Patrick F. Taylor

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Patrick F. Taylor (June 12, 1937 – November 6, 2004) was an American businessman, who was founder and CEO of the independent oil company Taylor Energy Company.


Taylor graduated from Louisiana State University with a degree in petroleum engineering. After working for independent oilman John W. Mecom, Sr., he established a consulting company. Along with Mecom, he founded the Circle Bar Drilling company in the 1970s. After Circle Bar was sold, he started Taylor Energy Company. Taylor Energy became the largest privately held oil and gas company in the Gulf of Mexico.

Taylor had a strong interest in education and humanitarian causes. He developed and promoted the "Taylor Plan", adopted in Louisiana in 1998, which provides academically qualified students with state-paid tuition to college. It is known as the Taylor Opportunity Program for Students, or TOPS for short.[1]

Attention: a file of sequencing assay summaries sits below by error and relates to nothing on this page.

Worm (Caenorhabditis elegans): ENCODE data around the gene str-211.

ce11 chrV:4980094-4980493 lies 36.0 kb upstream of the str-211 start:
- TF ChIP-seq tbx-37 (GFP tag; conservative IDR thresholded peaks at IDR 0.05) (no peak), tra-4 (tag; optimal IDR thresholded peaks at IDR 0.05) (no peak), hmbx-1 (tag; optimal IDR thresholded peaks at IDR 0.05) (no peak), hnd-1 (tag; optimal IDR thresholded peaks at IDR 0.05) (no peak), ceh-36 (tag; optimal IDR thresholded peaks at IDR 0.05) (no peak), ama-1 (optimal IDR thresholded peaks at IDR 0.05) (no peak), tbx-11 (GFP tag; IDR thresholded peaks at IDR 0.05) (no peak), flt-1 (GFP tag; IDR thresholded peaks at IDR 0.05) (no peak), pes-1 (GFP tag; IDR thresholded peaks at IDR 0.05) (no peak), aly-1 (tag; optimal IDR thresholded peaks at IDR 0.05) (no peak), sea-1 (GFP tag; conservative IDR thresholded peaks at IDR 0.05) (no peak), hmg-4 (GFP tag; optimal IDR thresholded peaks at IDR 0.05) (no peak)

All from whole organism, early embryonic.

In 2004, Taylor was named #234 to the Forbes 400, a list compiled by Forbes magazine of the 400 richest Americans.[2]

Tayloy donated the statue of "Iron Mike" to the National Museum of the Marine Corps, Quantico, Virginia. His wife had also donated millions of dollars in contribution to the school funds for a new and improved school.

Before his death in 2004, the Patrick F. Taylor Science and Technology Academy in Jefferson, Louisiana was named after him. Each year, the school celebrates Founder's Day to honor the man who gave so much to Louisiana education. Taylor's widowed wife continues to play a close role with the school, visiting often, taking part in graduations, and accompanying students on trips to the Alabama Shakespeare Festival.

In 2007, a building on the LSU campus was renamed in honor of Taylor and all his accomplishments.

In 2009, Taylor was posthumously inducted into the Louisiana Political Museum and Hall of Fame in Winnfield, Louisiana.[3]



  1. ^ "TOPS Index page". 2012-03-19. Retrieved 2012-11-18. 
  2. ^ "Forbes Magazine-The 400 Richest Americans September 24, 2004". Forbes magazine. 
  3. ^ "Louisiana Political Museum and Hall of Fame". Retrieved August 22, 2009. 
  4. ^ "CEBA". Retrieved 2012-11-18. 

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